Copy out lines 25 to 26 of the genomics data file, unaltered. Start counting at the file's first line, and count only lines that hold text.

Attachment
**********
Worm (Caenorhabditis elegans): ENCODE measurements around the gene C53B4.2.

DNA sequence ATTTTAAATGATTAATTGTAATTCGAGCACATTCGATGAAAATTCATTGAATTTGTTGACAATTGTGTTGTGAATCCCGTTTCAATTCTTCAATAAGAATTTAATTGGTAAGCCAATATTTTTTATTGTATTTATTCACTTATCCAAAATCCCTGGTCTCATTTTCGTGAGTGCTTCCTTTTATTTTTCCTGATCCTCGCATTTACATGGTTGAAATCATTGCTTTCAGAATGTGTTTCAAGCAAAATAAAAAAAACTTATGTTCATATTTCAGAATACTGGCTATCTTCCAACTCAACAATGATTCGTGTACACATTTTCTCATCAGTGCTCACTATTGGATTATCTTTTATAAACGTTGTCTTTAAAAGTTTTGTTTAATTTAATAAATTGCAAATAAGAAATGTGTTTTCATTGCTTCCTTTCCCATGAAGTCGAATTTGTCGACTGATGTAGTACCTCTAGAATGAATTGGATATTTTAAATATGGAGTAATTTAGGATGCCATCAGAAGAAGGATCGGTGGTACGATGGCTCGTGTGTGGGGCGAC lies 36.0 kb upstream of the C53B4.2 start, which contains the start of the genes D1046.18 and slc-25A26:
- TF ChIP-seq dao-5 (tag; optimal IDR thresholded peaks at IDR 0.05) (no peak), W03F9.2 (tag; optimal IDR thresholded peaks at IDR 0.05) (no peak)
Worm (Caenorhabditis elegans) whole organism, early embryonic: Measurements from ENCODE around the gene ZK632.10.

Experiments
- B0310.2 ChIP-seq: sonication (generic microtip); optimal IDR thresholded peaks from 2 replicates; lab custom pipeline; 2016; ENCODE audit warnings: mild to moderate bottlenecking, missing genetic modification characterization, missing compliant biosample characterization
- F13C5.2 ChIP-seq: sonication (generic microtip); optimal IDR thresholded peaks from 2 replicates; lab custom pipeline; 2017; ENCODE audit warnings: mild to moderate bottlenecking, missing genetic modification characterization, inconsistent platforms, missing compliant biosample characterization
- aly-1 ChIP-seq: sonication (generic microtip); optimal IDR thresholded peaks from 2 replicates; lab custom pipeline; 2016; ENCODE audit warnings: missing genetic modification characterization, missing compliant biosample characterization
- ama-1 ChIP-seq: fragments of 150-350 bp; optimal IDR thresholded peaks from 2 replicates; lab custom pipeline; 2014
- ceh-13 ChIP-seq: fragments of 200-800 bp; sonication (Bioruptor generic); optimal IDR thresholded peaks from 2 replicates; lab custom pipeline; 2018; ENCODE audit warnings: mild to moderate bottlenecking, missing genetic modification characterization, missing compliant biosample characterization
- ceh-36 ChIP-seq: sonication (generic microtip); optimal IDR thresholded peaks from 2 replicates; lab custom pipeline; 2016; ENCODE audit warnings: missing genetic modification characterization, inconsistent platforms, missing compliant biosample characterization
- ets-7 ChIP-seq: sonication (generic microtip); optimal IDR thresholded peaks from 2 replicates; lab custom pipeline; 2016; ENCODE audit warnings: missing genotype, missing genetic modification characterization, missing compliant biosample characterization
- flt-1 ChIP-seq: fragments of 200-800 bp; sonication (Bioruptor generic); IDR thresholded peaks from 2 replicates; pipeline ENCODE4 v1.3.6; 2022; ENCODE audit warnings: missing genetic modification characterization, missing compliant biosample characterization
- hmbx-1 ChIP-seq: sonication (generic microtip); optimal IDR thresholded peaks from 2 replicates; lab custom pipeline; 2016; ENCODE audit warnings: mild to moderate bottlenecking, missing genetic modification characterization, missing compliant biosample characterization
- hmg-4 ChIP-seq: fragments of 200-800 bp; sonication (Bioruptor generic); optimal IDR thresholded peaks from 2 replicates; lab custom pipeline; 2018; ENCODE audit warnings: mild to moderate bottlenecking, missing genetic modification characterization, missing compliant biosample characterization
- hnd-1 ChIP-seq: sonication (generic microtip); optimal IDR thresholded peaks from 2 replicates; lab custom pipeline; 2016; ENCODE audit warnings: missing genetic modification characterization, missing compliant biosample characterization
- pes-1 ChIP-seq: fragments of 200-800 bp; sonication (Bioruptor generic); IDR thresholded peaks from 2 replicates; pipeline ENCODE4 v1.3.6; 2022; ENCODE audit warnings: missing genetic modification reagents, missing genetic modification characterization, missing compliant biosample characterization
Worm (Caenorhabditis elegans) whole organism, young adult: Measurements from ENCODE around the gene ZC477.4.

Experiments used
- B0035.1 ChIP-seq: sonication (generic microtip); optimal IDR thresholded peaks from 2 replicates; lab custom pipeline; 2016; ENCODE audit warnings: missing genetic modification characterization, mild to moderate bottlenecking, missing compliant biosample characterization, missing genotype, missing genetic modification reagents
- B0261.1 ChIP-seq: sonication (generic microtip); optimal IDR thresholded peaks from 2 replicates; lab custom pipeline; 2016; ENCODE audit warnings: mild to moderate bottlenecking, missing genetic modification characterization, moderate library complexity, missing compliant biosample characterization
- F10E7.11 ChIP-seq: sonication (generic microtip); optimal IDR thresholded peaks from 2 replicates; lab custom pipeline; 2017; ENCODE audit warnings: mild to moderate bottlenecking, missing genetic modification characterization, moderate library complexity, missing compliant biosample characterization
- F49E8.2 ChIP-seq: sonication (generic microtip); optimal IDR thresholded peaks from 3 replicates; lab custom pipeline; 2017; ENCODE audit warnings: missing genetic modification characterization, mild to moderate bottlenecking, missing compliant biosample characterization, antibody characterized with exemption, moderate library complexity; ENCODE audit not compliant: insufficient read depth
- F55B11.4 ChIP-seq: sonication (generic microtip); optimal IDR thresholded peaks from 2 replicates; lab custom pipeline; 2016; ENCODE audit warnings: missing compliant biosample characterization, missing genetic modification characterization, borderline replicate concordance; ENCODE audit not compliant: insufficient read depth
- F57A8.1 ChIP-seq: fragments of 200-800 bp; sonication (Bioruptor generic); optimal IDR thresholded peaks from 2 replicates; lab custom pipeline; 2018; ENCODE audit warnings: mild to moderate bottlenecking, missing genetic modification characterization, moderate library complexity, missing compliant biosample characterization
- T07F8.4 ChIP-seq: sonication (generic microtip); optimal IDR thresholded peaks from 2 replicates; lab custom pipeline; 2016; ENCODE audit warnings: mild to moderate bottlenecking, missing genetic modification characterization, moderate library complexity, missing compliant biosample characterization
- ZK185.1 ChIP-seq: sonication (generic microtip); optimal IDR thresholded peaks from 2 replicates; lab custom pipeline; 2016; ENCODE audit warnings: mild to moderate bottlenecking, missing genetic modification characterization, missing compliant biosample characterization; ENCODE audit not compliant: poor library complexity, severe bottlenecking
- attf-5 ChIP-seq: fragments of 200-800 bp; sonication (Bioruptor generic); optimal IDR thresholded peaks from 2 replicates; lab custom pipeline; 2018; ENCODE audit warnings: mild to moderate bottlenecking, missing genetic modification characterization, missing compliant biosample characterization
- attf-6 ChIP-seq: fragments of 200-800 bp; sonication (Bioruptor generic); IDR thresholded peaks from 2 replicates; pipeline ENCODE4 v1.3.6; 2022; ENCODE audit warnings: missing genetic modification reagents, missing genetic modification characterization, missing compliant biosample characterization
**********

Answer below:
- F57A8.1 ChIP-seq: fragments of 200-800 bp; sonication (Bioruptor generic); optimal IDR thresholded peaks from 2 replicates; lab custom pipeline; 2018; ENCODE audit warnings: mild to moderate bottlenecking, missing genetic modification characterization, moderate library complexity, missing compliant biosample characterization
- T07F8.4 ChIP-seq: sonication (generic microtip); optimal IDR thresholded peaks from 2 replicates; lab custom pipeline; 2016; ENCODE audit warnings: mild to moderate bottlenecking, missing genetic modification characterization, moderate library complexity, missing compliant biosample characterization